You have included a small note on the symbolism of flowers in the painting, but I notice you didn’t give an explanation for this flower here at the center. In Finnish, it’s called the bleeding heart, or the broken heart, the lieutenant’s heart. Is it significant?
It could be part of the narrative, but perhaps it’s more important to recognize that the knowledge of its transience constantly accompanies life. In my paintings, the personification of death is playful, not ominous or frightening. It’s a tribute to the fact that the potentiality of death is what connects all living creatures. It’s got more to do with being alive. People often ask me about it, but to me, it’s clear that it gives value to life.
In my paintings, the personification of death is playful, not ominous or frightening. It’s a tribute to the fact that the potentiality of death is what connects all living creatures. It’s got more to do with being alive.
The personification of death is certainly very present in the triptych. There’s the danse macabre in the central predella, which was said to show that death was democratic in medieval times. And at the centre, the protagonist sits at the dinner table with death next to her. I’d guess that you are familiar with the Finnish artist Hugo Simberg and his fascination with the personification of death. Death is present in all the panels of Scenes, but there are many other stories embedded there. There’s almost no end to the possible storylines waiting to be discovered.
When the painting process takes a long time, it’s not possible to plan or foresee the whole narrative. I painted Scenes for seven months, so there were naturally many changes and new inventions. Apart from the broader narrative, there are also images embedded within images. I like to paint pictures within pictures.
I observed imaginary paintings, postcards, and other kinds of artwork and objets d’art within your paintings. It must be fun to imagine them! But it’s also interesting that nesting images give the viewer the feeling that the whole story has not yet been told, that there is still more to it—that you could add levels and levels of different realities. It is like falling into the rabbit’s hole like Alice in Through the Looking Glass and suddenly finding oneself in an alternative reality. But I’m also thinking of the Quattrocento, or early Renaissance, paintings when artists had just rediscovered that they could paint narratives and incorporate naturalistic-looking details in their paintings to convey symbolical meanings.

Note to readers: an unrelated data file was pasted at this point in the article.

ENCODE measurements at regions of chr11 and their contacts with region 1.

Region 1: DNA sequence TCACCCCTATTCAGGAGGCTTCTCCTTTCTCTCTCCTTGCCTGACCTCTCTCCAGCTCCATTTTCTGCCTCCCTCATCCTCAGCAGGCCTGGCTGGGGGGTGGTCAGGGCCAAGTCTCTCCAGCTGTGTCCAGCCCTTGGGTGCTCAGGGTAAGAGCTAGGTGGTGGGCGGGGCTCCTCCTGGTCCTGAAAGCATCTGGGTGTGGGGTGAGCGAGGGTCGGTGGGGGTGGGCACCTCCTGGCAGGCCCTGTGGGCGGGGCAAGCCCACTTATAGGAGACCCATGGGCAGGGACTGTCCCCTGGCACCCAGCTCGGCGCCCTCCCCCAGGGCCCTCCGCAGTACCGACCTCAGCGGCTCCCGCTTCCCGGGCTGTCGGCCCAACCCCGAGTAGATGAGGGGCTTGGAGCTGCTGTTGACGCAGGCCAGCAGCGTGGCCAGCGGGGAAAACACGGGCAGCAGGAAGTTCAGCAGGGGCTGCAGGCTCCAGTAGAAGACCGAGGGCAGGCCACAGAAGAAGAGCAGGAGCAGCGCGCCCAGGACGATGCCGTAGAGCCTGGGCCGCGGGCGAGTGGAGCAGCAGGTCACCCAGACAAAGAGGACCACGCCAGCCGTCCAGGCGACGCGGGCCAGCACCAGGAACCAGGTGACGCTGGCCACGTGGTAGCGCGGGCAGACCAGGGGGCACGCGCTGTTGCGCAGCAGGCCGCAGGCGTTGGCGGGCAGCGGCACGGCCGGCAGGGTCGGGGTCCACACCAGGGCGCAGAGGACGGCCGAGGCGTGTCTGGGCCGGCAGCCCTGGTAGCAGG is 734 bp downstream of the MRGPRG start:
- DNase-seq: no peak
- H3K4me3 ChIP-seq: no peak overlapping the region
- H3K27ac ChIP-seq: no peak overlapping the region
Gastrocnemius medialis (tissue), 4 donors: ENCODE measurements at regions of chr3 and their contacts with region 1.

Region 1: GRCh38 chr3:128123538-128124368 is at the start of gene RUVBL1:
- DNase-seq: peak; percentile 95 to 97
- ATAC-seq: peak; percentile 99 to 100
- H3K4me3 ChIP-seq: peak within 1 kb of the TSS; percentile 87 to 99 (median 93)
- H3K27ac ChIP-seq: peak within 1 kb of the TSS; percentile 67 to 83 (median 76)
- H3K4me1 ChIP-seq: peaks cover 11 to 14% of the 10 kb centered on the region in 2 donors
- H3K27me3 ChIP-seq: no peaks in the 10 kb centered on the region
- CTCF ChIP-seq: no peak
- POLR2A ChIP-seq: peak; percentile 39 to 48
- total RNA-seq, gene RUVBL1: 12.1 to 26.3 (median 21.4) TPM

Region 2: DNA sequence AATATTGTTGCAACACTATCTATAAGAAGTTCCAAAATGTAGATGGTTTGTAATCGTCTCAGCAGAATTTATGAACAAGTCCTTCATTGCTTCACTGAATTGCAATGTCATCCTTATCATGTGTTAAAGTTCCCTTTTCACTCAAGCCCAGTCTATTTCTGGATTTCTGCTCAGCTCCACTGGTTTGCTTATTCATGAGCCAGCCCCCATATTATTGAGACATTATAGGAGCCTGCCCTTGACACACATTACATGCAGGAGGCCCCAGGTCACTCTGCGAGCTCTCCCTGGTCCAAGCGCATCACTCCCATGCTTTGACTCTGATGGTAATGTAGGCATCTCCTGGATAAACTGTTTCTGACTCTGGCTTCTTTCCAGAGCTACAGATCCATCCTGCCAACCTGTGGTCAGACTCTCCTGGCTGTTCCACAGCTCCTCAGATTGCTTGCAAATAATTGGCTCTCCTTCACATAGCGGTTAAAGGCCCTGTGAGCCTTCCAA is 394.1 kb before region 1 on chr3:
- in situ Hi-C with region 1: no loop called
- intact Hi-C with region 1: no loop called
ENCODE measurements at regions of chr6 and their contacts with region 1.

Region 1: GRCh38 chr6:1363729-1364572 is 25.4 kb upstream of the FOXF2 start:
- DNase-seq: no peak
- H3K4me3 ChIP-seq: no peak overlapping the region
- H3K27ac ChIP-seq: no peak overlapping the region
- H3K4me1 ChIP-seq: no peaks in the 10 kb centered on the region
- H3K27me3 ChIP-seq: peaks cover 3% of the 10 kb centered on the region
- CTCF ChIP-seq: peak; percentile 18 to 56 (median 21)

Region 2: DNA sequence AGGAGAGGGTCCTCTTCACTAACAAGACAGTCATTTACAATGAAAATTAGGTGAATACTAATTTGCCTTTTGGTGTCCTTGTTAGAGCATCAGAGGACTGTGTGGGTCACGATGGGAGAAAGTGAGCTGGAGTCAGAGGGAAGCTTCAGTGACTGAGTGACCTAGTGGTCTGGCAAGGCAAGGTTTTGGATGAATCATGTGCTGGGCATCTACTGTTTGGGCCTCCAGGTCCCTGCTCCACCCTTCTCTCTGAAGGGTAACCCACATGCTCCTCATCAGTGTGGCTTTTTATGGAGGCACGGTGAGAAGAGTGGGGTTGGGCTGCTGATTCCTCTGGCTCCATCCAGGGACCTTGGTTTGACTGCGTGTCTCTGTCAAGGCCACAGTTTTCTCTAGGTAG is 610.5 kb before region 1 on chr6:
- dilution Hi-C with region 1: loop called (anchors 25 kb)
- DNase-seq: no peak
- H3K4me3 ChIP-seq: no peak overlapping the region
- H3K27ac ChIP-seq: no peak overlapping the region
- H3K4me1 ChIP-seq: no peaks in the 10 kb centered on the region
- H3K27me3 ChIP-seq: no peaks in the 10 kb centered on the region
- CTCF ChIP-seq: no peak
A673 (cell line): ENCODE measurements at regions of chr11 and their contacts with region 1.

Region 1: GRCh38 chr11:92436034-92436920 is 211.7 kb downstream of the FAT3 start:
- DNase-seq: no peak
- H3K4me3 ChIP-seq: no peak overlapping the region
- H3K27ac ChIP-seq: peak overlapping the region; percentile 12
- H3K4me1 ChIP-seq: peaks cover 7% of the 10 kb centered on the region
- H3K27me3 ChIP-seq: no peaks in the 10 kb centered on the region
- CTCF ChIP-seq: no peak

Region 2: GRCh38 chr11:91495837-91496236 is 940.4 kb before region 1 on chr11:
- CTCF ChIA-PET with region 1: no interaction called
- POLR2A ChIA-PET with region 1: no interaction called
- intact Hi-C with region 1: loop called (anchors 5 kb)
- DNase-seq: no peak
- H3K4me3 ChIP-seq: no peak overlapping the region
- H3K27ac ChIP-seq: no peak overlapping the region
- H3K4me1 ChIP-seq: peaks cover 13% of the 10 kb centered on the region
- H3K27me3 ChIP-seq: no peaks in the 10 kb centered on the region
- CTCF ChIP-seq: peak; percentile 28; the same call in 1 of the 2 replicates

I enjoy looking at Renaissance paintings and the plants and animals depicted. In many paintings of the Virgin and Child, you can also see small birds, like the goldfinch, for example, which I’ve also often painted. I like to take small things and everyday events and elevate them.
Those kinds of Renaissance paintings were made either to keep close to you or for spaces and interiors where people would gather and spend a lot of time. They were not paintings you could consume quickly or walk past in a gallery or a museum. I think your paintings have the same quality: they too could be lived with. They, too, invite viewers to consider the significance of small things and to feel empathy for them.
But I still have a question regarding how you work. Virginia Woolf famously said that a woman writer must have a room of her own to work. What is your own space like? How do you create the environment where you are best able to work? How do you set up your studio? You already mentioned that you have books everywhere.
My studio is very cluttered, mostly with plants and paintings! I feel that I work best, that I can let my imagination work freely when I’ve had time to paint a lot. Sometimes I cover the studio walls with paintings. The studio becomes my world where it’s safe to imagine and think up stories and situations and organize my thoughts to make sense of our world.